EXAMPLE: If you wanted ramen noodles soup without meat/garnish, say “sing ow mee ma ma sot

Fried Noodles (mee chaa) – Again, they come with meat and garnish unless requested otherwise. And again, adding the word “sot” at the end of the order will get you the desired effect.

Fried Egg Noodles – mee chaa saw sigh tome (rhymes with home)

Fried Ramen Noodles – mee chaa ma ma

EXAMPLE: Want fried egg noodles with no meat? Say, “mee chaa saw sigh tome sot.

Eggs (pong mo in) – You recognize these. You can get them in a couple of different ways: fried (over well only), scrambled, and in a sandwich (Not available if the bread truck hasn’t come by. Comes on French bread if it has.). Eggs come one at a time unless you order more than one. You can hold up the number of fingers that matches the number of eggs you want when you order, or you can use the Khmer words for the numbers and attach that to the end. They also come plain – no salt, no pepper, no ketchup, no Tabasco. But, take the opportunity to try the red sauce on the table. It is very mild and slightly sweet. You may find you like it a lot.

Fried Egg – chaa pong mo in (pronounce the “pong” with the po sound of “pore.”)

Scrambled Egg – pong mo in craw lawk (rhyme lawk with hawk.)

Fried Egg Sandwich – pong mo in dat noom pang

One – moo ee

Two – bee

Three – bye

EXAMPLE: If you want two eggs scrambled, say, “pong mo in craw lawk bee”.

Beverages – No juices, no fresh milk, no Sunny Delight. But what they do have…ahhh. There is coffee in several forms, tea, chocolate beverages, and soft drink favorites like Coke and 7Up.

Coffee – (kaf fay). You can get it hot and black (sugar is on the table), hot and with cream with cream, iced and black or iced with sweetened condensed milk.

Tea – Comes regular or strong. If you want it iced, add (tuk gau) at the end.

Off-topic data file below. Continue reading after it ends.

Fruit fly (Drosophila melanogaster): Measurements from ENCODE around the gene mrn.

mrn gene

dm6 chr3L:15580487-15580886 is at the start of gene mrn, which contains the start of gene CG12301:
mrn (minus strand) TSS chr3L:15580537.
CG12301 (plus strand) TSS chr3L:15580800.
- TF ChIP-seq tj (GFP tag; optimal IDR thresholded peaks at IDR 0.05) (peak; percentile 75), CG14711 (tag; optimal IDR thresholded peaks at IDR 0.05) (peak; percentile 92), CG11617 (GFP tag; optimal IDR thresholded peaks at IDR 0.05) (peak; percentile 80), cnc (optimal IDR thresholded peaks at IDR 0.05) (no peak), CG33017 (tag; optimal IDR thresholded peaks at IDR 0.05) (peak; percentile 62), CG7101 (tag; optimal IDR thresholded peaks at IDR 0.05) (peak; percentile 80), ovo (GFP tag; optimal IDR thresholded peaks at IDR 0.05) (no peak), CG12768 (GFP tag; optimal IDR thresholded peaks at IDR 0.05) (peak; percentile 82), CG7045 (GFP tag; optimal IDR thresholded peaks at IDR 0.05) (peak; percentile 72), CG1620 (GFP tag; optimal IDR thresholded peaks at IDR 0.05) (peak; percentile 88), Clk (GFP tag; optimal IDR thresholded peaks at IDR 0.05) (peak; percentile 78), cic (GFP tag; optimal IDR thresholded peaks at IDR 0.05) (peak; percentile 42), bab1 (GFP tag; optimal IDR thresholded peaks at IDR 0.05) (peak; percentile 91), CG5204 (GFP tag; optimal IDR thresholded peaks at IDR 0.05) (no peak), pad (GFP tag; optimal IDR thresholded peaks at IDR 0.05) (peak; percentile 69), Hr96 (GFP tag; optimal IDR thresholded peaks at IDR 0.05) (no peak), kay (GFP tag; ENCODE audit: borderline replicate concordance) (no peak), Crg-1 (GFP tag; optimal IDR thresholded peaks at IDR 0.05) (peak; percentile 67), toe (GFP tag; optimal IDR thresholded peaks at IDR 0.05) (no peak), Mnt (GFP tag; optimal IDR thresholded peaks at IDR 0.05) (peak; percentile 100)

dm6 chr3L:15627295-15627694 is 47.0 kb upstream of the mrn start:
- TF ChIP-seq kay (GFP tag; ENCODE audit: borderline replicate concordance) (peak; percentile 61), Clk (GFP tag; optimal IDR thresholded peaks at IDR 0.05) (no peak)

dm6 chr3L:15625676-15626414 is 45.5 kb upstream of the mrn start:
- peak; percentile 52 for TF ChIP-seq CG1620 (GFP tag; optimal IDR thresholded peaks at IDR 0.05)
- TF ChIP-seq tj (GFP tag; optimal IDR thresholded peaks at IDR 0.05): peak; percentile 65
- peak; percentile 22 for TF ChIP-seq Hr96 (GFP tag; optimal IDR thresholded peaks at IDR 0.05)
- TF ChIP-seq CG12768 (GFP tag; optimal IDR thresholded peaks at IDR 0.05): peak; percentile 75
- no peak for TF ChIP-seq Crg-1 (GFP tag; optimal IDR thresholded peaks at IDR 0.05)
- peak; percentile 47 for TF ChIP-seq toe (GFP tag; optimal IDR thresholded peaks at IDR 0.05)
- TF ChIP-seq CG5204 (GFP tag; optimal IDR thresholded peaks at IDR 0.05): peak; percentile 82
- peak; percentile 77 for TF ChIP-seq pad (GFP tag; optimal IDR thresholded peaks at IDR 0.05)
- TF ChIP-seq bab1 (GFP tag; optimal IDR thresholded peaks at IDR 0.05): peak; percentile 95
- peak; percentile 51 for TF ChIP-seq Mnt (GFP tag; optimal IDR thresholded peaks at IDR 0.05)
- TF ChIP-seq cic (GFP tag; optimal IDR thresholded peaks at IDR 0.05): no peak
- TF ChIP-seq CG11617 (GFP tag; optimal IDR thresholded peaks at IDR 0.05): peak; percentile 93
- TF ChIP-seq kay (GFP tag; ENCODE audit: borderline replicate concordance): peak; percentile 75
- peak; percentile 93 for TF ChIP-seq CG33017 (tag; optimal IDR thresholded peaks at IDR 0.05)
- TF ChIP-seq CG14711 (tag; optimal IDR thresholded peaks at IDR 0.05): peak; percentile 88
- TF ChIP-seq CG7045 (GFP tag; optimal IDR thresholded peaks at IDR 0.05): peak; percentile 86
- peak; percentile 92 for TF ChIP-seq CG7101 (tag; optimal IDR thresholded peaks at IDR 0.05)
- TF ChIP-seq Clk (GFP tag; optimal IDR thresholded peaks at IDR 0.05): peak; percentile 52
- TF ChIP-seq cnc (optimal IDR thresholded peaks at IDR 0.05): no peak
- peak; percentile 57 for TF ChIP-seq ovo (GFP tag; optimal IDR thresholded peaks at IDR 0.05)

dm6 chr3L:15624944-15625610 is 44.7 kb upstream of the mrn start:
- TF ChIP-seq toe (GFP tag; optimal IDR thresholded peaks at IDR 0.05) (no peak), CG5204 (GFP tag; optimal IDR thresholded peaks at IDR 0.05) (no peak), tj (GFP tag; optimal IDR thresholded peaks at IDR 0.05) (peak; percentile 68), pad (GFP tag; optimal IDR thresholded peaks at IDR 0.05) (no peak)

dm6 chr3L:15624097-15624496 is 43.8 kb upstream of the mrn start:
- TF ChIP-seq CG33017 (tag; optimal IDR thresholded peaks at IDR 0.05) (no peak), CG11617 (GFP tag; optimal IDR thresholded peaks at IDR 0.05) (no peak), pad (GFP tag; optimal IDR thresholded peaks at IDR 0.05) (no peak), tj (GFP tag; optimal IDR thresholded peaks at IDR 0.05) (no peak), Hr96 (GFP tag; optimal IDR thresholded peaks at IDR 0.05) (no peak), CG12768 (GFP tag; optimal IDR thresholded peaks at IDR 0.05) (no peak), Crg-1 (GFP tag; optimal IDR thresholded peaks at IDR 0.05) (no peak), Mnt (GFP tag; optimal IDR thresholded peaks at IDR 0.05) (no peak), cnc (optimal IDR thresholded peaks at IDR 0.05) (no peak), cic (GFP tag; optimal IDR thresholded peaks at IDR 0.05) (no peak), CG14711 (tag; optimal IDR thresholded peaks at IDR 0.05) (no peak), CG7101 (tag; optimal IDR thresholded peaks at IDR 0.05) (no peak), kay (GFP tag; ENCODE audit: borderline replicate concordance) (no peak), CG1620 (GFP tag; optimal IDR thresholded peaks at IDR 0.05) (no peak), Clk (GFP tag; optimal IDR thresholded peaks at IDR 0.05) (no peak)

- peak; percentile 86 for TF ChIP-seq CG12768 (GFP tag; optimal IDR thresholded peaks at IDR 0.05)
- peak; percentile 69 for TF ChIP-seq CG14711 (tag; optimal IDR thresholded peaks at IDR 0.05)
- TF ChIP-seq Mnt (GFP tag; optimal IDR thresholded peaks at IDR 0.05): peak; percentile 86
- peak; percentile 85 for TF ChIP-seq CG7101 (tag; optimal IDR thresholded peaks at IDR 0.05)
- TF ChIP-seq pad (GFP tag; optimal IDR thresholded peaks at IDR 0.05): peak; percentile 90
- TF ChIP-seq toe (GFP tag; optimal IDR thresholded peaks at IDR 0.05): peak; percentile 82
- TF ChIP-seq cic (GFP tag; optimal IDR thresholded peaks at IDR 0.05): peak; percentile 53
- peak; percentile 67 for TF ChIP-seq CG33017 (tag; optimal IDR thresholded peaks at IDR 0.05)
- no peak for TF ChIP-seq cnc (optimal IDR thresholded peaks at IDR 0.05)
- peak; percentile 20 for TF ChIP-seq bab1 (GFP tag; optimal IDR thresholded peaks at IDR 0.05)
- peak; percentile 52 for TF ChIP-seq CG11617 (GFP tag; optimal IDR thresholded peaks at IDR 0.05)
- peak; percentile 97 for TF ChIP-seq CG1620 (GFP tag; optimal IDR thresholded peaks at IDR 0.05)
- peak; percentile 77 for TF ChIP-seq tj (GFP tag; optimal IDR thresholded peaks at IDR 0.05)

Chocolate – (mee•lo). A veritable cornucopia of chocolate drinks. Order it hot and plain, hot with sweetened condensed milk, iced and plain, or iced with sweetened condensed milk (the author’s personal favorite).

Hot Black Coffee – kaf fay kuh mow kuh dow (rhyme mow and dow with cow)

Hot Coffee with Sweetened Condensed Milk – kaf fay kuh dow tuk go

Iced Black Coffee – kaf fay kuh mow tuk gau (rhyme mow with cow and say the au in gau like the au in Paul)

Iced Coffee with Sweetened Condensed Milk – kaf fay tuk go tuk gau

Regular Tea – tuk tye

Strong Tea – tye gap

Iced Regular Tea – tuk tye tuk gau

Iced Strong Tea – tye gap tuk gau

Hot Chocolate Plain– mee lo kuh dow (rhyme dow with cow)

Hot Chocolate with Sweetened Condensed Milk – mee lo kuh dow tuk go

Iced Chocolate Plain – mee lo tuk gau (pronounce au in gau like the au in Paul)

Iced Chocolate with Sweetened Condensed Milk – mee lo tuk go tuk gau

Orders for Soft Drinks will be understood in English because the soft drinks have English names. Soft drinks that are available will be readily visible in crates there at the Coffee Shop. They don’t have a wide selection but usually have plenty of whatever they carry. Coke, 7Up, and Mirinda are the general line up. Don’t ask for Dr. Pepper. They don’t carry it. Get over it.

A few additional words/phrases in Khmer you should know.

Yes – baa Hello – joom reap soo uh
No – ah tay Good bye – joom reap lee uh
Please – soam (rhyme with foam) How’s it going? – suk saw bye
Thank you – aw koon Excuse me –sum toe